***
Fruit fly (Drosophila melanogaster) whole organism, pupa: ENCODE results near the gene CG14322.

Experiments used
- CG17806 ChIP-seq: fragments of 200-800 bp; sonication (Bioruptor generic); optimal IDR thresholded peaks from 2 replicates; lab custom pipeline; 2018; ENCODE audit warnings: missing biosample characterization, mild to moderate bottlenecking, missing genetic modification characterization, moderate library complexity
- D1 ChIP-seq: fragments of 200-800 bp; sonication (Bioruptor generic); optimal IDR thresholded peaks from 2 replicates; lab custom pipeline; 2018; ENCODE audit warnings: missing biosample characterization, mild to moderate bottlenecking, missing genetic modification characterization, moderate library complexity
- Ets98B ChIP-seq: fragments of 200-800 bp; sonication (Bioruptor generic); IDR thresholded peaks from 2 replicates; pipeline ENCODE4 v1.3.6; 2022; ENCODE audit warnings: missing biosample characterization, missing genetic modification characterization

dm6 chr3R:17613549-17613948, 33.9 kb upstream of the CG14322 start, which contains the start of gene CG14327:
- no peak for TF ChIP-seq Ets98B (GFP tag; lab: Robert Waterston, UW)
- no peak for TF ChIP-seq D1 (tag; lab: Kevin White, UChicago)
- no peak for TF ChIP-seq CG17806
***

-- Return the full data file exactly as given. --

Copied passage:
Fruit fly (Drosophila melanogaster) whole organism, pupa: ENCODE results near the gene CG14322.

Experiments used
- CG17806 ChIP-seq: fragments of 200-800 bp; sonication (Bioruptor generic); optimal IDR thresholded peaks from 2 replicates; lab custom pipeline; 2018; ENCODE audit warnings: missing biosample characterization, mild to moderate bottlenecking, missing genetic modification characterization, moderate library complexity
- D1 ChIP-seq: fragments of 200-800 bp; sonication (Bioruptor generic); optimal IDR thresholded peaks from 2 replicates; lab custom pipeline; 2018; ENCODE audit warnings: missing biosample characterization, mild to moderate bottlenecking, missing genetic modification characterization, moderate library complexity
- Ets98B ChIP-seq: fragments of 200-800 bp; sonication (Bioruptor generic); IDR thresholded peaks from 2 replicates; pipeline ENCODE4 v1.3.6; 2022; ENCODE audit warnings: missing biosample characterization, missing genetic modification characterization

dm6 chr3R:17613549-17613948, 33.9 kb upstream of the CG14322 start, which contains the start of gene CG14327:
- no peak for TF ChIP-seq Ets98B (GFP tag; lab: Robert Waterston, UW)
- no peak for TF ChIP-seq D1 (tag; lab: Kevin White, UChicago)
- no peak for TF ChIP-seq CG17806